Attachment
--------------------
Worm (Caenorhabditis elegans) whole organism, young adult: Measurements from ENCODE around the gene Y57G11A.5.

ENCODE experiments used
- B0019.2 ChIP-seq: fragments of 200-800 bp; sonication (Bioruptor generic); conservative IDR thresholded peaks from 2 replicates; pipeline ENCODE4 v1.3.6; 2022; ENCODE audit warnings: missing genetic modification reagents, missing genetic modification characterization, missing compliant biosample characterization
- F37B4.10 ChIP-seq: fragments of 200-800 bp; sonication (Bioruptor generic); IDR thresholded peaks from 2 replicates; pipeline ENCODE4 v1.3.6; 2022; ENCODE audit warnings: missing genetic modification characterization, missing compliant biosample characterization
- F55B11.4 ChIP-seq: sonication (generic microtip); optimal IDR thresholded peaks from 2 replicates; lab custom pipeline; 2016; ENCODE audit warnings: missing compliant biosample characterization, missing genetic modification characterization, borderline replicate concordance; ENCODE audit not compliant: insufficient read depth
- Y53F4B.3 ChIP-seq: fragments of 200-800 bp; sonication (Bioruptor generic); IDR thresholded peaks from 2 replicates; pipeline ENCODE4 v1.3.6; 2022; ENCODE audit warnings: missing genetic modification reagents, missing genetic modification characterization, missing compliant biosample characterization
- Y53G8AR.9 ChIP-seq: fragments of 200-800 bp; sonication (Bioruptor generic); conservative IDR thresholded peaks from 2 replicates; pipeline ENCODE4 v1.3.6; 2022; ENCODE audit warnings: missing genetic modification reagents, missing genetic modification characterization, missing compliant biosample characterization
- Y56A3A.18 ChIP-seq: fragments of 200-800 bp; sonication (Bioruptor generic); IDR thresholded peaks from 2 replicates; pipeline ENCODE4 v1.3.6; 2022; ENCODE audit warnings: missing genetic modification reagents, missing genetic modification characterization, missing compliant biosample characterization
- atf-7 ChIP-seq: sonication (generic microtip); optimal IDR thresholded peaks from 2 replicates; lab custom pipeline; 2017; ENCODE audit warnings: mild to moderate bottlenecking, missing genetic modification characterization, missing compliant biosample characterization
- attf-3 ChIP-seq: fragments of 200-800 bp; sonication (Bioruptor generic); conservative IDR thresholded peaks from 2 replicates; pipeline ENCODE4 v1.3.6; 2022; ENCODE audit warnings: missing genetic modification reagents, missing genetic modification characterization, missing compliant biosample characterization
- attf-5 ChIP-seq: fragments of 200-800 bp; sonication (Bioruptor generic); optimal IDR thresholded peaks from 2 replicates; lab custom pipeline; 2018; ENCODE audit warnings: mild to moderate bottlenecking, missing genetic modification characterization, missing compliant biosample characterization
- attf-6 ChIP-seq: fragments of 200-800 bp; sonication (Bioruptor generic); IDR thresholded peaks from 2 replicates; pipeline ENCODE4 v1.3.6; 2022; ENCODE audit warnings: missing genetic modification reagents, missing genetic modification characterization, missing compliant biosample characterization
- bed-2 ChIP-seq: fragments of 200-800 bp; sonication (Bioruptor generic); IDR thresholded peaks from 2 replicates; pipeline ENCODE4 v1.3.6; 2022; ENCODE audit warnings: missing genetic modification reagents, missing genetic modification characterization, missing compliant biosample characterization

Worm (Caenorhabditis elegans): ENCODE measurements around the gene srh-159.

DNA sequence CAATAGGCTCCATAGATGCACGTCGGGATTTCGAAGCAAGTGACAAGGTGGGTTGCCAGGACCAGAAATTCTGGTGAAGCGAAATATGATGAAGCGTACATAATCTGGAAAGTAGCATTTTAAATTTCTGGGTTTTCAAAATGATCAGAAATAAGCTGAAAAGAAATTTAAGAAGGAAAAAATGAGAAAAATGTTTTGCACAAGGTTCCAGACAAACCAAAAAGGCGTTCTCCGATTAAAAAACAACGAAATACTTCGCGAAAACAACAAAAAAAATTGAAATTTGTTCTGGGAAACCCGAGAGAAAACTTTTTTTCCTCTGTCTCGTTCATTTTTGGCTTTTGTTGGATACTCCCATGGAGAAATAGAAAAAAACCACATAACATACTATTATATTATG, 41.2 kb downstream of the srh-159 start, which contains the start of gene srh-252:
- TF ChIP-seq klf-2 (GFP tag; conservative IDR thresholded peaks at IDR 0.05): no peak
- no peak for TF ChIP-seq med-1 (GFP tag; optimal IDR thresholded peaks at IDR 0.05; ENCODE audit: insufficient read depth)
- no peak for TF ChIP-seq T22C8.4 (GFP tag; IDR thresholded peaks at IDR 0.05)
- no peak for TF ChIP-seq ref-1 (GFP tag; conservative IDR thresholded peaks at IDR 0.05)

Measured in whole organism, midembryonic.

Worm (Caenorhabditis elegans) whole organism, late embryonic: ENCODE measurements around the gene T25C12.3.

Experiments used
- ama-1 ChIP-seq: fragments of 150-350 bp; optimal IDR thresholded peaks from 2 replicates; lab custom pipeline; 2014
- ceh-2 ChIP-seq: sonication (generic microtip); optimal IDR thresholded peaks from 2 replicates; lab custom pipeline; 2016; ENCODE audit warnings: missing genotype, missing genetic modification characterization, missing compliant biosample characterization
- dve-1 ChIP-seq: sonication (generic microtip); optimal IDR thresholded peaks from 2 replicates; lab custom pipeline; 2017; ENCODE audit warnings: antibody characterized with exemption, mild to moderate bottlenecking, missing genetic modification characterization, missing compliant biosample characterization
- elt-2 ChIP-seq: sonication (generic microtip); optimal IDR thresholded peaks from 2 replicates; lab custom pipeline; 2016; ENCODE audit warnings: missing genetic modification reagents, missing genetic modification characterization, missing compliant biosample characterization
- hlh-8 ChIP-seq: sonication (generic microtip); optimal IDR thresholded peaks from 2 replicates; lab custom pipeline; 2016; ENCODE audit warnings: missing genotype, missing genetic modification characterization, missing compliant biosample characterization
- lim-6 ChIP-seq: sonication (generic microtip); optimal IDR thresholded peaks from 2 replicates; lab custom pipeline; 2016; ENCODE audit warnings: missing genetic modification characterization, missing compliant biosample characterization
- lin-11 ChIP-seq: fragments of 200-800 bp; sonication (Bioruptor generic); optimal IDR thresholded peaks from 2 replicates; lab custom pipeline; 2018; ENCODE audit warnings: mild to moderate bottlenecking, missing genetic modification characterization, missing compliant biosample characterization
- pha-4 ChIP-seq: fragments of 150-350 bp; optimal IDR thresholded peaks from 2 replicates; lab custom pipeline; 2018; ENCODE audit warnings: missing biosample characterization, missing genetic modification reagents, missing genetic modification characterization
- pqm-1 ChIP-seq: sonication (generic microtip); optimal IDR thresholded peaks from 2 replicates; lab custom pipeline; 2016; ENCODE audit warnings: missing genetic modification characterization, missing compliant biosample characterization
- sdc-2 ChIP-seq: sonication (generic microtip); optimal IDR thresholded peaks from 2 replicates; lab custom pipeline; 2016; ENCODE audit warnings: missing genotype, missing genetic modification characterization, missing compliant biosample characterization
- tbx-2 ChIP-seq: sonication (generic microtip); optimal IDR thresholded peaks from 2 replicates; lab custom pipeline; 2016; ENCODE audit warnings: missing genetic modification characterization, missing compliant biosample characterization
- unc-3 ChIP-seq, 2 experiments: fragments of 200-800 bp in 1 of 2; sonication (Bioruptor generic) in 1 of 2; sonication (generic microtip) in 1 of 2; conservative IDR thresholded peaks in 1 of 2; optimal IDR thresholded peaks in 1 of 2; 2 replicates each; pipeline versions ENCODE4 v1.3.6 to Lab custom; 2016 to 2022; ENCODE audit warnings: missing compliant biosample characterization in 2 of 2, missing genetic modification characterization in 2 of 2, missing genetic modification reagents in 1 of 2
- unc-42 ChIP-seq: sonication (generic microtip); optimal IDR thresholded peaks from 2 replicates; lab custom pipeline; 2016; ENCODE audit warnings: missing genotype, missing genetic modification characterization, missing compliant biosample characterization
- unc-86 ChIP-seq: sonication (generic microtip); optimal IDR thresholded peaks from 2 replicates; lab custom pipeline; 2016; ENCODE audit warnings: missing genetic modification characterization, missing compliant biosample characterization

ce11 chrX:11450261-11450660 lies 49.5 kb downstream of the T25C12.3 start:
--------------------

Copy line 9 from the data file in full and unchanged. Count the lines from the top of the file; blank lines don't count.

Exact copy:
- atf-7 ChIP-seq: sonication (generic microtip); optimal IDR thresholded peaks from 2 replicates; lab custom pipeline; 2017; ENCODE audit warnings: mild to moderate bottlenecking, missing genetic modification characterization, missing compliant biosample characterization